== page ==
brutelike

brute

1 [broot]
noun
1.
a nonhuman creature; beast.
2.
a brutal, insensitive, or crude person.
3.
the animal qualities, desires, etc., of humankind: Father felt that rough games brought out the brute in us.
adjective
4.
animal; not human.
5.
not characterized by intelligence or reason; irrational.
6.
characteristic of animals; of brutal character or quality.
7.
savage; cruel: brute force.
8.
carnal; sensual.

Origin:
1375–1425; late Middle English < Middle French < Latin brūtus heavy, devoid of feeling, irrational

brutelike, adjective
brutely, adverb
bruteness, noun


1. See animal.
Dictionary.com Unabridged
Based on the Random House Dictionary, © Random House, Inc. 2014.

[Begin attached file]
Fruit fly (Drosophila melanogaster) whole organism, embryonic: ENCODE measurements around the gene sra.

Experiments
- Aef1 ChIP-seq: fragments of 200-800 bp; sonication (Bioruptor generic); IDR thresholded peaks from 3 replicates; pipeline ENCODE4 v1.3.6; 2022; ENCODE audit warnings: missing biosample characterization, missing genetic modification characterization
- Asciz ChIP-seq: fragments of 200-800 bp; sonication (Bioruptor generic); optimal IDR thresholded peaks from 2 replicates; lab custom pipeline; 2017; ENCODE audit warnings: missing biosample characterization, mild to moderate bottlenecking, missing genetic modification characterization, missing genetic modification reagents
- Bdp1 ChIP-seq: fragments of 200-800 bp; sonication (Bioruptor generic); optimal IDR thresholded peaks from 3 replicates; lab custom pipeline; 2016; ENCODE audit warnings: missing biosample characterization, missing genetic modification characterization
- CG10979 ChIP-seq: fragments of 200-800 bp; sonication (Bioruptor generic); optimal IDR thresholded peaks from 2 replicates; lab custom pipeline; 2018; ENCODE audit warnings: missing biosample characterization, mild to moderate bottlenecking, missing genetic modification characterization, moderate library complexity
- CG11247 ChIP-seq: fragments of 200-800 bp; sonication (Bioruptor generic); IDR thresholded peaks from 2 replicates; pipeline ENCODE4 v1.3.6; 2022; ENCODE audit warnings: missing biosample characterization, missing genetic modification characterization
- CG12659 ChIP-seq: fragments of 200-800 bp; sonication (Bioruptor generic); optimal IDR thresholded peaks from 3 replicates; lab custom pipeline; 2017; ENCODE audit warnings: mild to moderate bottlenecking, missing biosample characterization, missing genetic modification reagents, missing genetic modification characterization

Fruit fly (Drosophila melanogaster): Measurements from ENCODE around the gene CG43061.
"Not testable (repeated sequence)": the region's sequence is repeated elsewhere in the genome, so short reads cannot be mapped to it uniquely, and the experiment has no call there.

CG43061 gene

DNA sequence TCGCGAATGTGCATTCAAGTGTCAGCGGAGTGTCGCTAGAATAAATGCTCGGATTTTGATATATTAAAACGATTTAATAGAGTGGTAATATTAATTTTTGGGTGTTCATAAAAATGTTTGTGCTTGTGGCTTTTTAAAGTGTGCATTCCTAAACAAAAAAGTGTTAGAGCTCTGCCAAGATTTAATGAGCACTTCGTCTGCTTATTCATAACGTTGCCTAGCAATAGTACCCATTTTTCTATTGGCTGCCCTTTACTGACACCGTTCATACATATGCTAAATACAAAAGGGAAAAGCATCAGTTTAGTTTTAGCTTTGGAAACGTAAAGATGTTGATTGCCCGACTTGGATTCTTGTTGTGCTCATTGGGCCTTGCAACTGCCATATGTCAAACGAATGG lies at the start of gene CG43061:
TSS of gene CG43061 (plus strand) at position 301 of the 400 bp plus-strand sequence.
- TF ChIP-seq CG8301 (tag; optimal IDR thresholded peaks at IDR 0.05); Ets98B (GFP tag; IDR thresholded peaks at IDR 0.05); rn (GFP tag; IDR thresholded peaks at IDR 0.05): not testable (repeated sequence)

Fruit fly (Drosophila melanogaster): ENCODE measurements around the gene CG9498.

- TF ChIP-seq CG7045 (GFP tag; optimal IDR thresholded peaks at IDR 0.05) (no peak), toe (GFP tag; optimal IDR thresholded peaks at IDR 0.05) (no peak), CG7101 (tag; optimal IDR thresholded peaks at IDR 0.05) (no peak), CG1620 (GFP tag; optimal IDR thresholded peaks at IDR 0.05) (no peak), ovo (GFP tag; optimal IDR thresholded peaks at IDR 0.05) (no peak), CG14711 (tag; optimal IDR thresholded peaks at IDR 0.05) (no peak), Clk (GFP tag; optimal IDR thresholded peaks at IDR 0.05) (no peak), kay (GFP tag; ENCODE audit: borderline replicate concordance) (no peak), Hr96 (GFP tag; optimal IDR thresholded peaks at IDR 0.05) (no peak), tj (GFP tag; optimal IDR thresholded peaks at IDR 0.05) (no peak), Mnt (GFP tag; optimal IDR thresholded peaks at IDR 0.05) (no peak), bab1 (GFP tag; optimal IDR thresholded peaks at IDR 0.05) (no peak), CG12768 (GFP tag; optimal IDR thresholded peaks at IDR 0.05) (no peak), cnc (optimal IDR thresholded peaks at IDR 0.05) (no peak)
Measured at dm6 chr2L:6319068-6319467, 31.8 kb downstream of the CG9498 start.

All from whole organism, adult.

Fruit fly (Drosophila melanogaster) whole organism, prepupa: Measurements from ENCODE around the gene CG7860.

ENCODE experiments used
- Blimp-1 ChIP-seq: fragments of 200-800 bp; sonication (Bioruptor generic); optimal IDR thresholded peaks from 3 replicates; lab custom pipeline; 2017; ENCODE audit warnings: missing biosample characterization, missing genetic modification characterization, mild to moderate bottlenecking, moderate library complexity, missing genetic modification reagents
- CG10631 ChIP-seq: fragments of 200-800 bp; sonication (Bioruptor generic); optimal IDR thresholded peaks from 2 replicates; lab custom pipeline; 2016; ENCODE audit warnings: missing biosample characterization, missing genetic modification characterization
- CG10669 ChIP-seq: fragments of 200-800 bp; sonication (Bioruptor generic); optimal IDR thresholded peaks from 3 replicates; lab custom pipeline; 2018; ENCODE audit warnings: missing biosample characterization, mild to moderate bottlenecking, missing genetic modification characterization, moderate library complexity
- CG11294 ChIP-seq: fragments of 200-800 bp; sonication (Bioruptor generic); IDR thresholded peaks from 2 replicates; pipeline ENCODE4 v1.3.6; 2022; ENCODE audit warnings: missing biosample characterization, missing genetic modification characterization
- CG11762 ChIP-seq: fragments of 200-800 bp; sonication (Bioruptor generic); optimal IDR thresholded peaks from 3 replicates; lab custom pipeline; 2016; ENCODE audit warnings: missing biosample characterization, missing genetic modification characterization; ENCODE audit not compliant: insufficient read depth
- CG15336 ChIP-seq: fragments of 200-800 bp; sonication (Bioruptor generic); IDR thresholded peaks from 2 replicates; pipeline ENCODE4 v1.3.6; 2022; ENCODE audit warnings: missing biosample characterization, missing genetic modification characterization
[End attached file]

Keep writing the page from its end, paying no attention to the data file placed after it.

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World English Dictionary
brute (bruːt)
 
n
1.  a.  any animal except man; beast; lower animal
 b.  (as modifier): brute nature
2.  a brutal person
 
adj
3.  wholly instinctive or physical (esp in the phrases brute strength, brute force)
4.  without reason or intelligence
5.  coarse and grossly sensual
 
[C15: from Latin brūtus heavy, irrational; related to gravis heavy]

Collins English Dictionary - Complete & Unabridged 10th Edition
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Etymonline
Word Origin & History

brute
early 15c., "of or belonging to animals," from M.Fr. brut "coarse, brutal, raw, crude," from L. brutus "heavy, dull, stupid," an Oscan word, from PIE base *gwer- "heavy" (see grave (adj.)). Before reaching English the meaning expanded to "of the lower animals." Used of human
beings from 1530s. The noun is from 1610s.
Online Etymology Dictionary, © 2010 Douglas Harper
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